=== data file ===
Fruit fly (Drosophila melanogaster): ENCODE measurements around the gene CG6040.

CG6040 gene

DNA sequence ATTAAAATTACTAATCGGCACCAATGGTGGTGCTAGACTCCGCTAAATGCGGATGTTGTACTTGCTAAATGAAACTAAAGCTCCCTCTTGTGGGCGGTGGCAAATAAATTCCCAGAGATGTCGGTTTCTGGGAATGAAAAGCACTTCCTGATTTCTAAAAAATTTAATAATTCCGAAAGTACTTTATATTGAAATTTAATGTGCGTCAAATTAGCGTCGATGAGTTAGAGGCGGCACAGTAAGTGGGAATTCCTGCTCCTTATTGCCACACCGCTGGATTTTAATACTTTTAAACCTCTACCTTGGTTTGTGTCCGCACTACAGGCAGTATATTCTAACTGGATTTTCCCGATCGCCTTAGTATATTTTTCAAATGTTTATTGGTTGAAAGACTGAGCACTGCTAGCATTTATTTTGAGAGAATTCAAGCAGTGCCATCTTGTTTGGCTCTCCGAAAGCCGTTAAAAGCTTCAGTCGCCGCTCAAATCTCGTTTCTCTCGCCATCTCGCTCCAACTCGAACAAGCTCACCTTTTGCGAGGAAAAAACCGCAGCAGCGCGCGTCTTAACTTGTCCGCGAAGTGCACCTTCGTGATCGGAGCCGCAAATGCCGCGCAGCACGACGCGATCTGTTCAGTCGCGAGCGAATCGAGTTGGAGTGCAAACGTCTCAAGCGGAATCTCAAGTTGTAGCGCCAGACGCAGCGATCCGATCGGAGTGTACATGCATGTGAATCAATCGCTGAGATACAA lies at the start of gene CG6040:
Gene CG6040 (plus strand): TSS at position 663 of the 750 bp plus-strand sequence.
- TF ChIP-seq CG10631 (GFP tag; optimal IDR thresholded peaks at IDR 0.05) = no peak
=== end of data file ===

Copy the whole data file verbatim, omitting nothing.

Fruit fly (Drosophila melanogaster): ENCODE measurements around the gene CG6040.

CG6040 gene

DNA sequence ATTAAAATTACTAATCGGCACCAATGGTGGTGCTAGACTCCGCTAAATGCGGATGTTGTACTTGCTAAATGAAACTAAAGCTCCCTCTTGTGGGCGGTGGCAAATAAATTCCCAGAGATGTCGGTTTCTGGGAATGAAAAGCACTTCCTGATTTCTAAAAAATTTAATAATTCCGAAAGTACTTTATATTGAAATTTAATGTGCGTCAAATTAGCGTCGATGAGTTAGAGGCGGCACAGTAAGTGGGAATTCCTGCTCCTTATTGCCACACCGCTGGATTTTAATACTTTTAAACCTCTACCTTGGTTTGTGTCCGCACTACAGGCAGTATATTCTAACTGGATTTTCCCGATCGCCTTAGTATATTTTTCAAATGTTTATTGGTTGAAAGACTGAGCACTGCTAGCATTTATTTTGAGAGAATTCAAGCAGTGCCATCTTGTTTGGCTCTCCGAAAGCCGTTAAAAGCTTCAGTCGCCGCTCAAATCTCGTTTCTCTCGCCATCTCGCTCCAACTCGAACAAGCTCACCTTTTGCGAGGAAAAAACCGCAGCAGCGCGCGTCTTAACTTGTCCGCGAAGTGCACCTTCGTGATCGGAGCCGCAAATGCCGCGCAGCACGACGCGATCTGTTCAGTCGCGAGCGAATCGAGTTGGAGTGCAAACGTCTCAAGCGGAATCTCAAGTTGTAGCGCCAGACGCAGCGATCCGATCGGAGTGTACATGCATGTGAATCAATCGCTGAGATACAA lies at the start of gene CG6040:
Gene CG6040 (plus strand): TSS at position 663 of the 750 bp plus-strand sequence.
- TF ChIP-seq CG10631 (GFP tag; optimal IDR thresholded peaks at IDR 0.05) = no peak